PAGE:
ADPH: Children age 5-17 testing positive for COVID-19 at increase of 355% compared to this time last year

Coronavirus

A young girl looks out the window of her room in the pediatric unit of the Robert Debre hospital, in Paris, France, Tuesday, March 2, 2021. A year into the coronavirus pandemic, increasing numbers of children are coming apart at the seams, their mental health shredded by the traumas of deaths, sickness and job losses in their families, the disruptions of lockdowns and curfews, and a deluge of anxieties poisoning their fragile young minds. (AP Photo/Christophe Ena)

October 02 2021 06:00 pm

ALABAMA (WRBL) – According to ADPH between August 1 and August 12, 2020, Alabama had 1,356 reports of COVID-19 in the age range of 5 to 17 years. In this same date range in 2021, there were 6,181 reports among 5 to 17-year-olds, a 355 percent increase.

Alabama has at least 50 children hospitalized statewide and has recently had at least 9 children on ventilators in a single day according to the Alabama Department of Public Health (ADPH).  

In the past four weeks, 6.2 percent of cases of COVID-19 in Alabama have been among children 0-4 years of age, while 8.1 percent have been in the 5 to 17 age range.

The current percent positive rate in persons 5-17 in Alabama is higher than the state average, with at least 27 percent of SARS-CoV-2 tests in children being positive. These numbers are based on data reported to Alabama’s electronic disease surveillance system.

“I am very concerned that the children of Alabama are experiencing more illness and hospitalizations as a result of COVID-19. Children can and do contract and spread COVID-19 disease.” Says ADPH pediatrician, Dr. Karen Landers in a news release.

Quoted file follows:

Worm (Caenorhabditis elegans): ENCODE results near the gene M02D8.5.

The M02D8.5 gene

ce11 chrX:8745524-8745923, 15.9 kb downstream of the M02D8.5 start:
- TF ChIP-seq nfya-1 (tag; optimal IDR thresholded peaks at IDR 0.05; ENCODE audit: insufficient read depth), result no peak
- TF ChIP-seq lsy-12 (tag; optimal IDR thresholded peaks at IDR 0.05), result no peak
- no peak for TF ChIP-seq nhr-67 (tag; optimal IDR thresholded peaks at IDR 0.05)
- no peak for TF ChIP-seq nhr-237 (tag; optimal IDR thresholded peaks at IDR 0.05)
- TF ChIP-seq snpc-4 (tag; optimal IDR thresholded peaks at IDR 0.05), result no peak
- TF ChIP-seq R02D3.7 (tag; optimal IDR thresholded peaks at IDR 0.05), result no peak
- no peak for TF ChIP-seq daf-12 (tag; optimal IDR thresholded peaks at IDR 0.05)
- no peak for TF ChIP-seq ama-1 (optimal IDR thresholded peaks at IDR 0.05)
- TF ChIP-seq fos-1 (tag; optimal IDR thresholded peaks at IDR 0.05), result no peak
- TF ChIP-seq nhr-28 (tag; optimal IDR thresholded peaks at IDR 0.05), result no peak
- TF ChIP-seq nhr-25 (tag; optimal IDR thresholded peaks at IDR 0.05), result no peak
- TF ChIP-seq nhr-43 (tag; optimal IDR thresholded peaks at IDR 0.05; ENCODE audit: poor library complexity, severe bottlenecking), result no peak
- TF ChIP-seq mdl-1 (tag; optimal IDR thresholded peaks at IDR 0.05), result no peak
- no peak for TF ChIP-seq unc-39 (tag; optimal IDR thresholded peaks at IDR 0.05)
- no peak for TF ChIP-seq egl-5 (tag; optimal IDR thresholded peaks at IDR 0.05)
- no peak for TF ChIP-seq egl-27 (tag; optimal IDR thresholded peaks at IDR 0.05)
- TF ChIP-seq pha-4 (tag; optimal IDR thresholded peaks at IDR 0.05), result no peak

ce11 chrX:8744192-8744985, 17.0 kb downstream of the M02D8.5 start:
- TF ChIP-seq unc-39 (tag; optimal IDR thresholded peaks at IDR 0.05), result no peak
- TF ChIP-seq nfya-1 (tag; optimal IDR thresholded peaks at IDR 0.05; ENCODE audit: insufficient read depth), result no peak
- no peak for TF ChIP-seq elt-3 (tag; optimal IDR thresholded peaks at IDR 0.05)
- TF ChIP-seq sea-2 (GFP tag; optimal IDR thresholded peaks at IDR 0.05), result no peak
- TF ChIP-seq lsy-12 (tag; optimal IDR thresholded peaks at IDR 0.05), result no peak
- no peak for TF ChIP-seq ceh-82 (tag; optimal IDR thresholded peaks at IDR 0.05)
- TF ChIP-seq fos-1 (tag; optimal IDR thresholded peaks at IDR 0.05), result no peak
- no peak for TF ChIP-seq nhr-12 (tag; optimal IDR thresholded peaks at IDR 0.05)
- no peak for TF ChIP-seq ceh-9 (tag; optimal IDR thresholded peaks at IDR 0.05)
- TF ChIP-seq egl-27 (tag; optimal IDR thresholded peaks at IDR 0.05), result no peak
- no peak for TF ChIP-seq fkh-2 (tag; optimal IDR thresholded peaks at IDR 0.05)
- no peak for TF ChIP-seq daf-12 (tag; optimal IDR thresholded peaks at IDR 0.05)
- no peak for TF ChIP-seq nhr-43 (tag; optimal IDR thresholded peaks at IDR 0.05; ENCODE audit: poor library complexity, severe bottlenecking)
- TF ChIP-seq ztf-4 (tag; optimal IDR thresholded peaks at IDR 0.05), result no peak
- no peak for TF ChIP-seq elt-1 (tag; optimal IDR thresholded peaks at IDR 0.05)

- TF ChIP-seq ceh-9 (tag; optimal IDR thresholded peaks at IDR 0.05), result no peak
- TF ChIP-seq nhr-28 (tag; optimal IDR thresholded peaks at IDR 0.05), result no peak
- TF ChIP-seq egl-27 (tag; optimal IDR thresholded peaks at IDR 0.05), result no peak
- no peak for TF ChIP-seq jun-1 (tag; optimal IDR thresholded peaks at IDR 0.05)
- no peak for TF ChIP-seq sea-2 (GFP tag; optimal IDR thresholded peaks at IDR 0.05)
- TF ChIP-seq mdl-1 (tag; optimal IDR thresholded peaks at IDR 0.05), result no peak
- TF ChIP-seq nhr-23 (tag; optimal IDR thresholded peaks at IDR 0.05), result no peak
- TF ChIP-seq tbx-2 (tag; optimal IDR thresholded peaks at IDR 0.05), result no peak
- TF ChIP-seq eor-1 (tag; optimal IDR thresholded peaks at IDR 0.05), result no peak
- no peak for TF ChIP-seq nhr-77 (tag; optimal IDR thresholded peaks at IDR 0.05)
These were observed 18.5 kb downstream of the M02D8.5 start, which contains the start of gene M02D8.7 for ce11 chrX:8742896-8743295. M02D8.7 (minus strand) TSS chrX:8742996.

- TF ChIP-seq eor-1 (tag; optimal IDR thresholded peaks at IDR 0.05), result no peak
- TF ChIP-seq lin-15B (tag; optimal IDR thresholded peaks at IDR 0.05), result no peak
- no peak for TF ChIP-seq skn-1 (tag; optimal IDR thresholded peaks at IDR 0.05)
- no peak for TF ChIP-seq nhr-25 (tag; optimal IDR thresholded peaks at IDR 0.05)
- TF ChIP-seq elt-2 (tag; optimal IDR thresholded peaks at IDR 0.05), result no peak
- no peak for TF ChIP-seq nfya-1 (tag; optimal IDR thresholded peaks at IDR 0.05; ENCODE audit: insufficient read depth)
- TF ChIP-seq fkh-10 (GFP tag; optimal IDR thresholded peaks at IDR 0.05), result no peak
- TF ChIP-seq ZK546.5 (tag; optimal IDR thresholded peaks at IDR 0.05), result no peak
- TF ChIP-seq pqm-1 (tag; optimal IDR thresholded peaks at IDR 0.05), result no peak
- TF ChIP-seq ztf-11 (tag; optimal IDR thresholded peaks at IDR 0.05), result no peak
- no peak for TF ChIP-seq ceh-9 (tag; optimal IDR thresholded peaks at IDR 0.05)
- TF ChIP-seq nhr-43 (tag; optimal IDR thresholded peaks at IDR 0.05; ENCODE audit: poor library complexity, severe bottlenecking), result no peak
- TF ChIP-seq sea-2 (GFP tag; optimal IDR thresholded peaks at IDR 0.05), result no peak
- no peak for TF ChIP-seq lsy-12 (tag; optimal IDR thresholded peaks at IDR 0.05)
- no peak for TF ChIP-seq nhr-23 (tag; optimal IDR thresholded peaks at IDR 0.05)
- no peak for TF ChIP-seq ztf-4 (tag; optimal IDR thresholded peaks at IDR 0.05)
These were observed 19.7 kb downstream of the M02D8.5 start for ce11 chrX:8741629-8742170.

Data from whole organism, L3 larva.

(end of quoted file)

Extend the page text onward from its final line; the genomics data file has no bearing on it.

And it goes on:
Landers continued, in detail, describing the effects COVID-19 is having on children. “COVID-19 can be a very serious illness in children with at least 6 percent of children experiencing long-term consequences of this disease.  Further, at least 113 children in our state have suffered from Multisystem Inflammatory Syndrome of Childhood (MIS-C), a severe illness that occurs after COVID disease and affects several organs, including the brain, heart, lungs, and kidneys, among other body systems.”

“Delta variant accounts for most of the SARS-CoV-2 cases in Alabama, based upon surveillance. Delta can replicate more quickly and infect earlier than previous SARS-CoV-2 variants. These factors are fueling the surge of COVID-19 among Alabama’s children,” notes Dr. Benjamin Estrada, Director, Division of Pediatric Infectious Diseases, Professor of Pediatrics, University of South Alabama College of Medicine.

To combat this surge in disease, ADPH recommends all children ages 12 and above be vaccinated. ADPH recently issued School Guidance that any child who has COVID-19 disease should remain in home isolation for 10 days in order to prevent spreading the virus.

Copyright 2021 Nexstar Media Inc. All rights reserved. This material may not be published, broadcast, rewritten, or redistributed.

TRENDING STORIES